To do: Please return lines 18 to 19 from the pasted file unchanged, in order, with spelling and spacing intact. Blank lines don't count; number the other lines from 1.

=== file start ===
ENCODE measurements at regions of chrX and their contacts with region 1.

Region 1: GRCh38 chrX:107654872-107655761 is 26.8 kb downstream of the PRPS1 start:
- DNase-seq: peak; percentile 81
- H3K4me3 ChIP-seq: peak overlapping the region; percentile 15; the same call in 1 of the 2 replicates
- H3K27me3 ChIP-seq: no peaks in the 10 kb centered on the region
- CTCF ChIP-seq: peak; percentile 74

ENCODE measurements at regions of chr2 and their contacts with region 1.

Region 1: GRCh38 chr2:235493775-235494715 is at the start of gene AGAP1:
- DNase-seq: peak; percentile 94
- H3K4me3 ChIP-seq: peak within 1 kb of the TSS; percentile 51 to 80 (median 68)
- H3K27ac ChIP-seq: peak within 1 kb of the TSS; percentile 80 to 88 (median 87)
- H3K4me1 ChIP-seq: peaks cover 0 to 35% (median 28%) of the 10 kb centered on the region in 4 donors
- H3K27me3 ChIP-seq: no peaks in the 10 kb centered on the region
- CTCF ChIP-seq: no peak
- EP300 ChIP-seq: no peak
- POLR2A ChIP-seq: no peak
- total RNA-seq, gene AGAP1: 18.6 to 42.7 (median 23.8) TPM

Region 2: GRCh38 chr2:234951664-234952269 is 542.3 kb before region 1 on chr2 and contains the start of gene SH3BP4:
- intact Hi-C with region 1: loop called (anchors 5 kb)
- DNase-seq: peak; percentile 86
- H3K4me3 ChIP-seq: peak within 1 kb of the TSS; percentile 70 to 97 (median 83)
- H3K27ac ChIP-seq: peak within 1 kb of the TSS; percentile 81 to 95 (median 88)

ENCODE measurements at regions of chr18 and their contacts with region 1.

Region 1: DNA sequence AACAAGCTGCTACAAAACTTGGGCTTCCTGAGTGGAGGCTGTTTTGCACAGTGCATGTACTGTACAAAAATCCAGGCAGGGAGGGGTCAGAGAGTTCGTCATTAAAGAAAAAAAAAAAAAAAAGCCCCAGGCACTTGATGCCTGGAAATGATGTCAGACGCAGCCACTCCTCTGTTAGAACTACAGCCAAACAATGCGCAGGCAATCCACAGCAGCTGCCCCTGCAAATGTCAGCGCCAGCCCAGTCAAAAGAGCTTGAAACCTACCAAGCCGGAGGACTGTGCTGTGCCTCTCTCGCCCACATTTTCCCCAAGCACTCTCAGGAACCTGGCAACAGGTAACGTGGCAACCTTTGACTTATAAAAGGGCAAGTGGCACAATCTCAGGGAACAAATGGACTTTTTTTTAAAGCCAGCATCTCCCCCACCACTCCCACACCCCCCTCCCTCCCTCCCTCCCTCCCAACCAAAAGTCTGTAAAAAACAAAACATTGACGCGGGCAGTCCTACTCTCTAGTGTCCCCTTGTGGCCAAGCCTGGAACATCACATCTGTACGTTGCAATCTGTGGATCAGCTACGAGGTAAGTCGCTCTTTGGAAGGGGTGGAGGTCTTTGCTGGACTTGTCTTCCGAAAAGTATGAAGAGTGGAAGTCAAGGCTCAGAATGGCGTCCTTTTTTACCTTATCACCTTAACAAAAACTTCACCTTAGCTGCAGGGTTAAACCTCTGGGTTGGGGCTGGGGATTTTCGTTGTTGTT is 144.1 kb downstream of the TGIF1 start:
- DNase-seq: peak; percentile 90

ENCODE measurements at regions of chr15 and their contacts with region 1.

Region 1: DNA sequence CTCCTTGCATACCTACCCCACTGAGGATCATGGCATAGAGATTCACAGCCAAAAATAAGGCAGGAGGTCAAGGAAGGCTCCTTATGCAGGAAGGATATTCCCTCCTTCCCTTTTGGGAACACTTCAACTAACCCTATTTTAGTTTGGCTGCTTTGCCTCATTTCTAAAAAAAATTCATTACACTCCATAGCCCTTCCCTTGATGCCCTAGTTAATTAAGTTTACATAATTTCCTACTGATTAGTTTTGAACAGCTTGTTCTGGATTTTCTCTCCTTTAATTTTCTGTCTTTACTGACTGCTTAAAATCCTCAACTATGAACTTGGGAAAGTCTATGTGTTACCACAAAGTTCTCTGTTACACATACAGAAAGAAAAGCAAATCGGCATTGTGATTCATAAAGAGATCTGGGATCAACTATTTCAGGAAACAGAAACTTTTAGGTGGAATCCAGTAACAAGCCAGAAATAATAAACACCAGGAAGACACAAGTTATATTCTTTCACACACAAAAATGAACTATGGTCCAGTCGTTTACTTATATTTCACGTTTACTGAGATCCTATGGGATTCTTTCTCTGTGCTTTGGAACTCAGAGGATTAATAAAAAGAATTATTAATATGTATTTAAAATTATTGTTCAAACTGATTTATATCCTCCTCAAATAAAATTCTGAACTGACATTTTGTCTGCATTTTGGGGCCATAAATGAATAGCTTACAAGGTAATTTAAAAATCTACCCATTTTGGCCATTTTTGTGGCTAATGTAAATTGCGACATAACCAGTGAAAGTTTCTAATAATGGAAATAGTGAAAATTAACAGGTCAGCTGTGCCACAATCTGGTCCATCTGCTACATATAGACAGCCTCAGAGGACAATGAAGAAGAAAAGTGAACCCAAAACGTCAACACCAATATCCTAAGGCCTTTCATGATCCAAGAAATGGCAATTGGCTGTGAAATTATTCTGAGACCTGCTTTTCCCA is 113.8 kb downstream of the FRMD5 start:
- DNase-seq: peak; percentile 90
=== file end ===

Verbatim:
Region 2: GRCh38 chr2:234951664-234952269 is 542.3 kb before region 1 on chr2 and contains the start of gene SH3BP4:
- intact Hi-C with region 1: loop called (anchors 5 kb)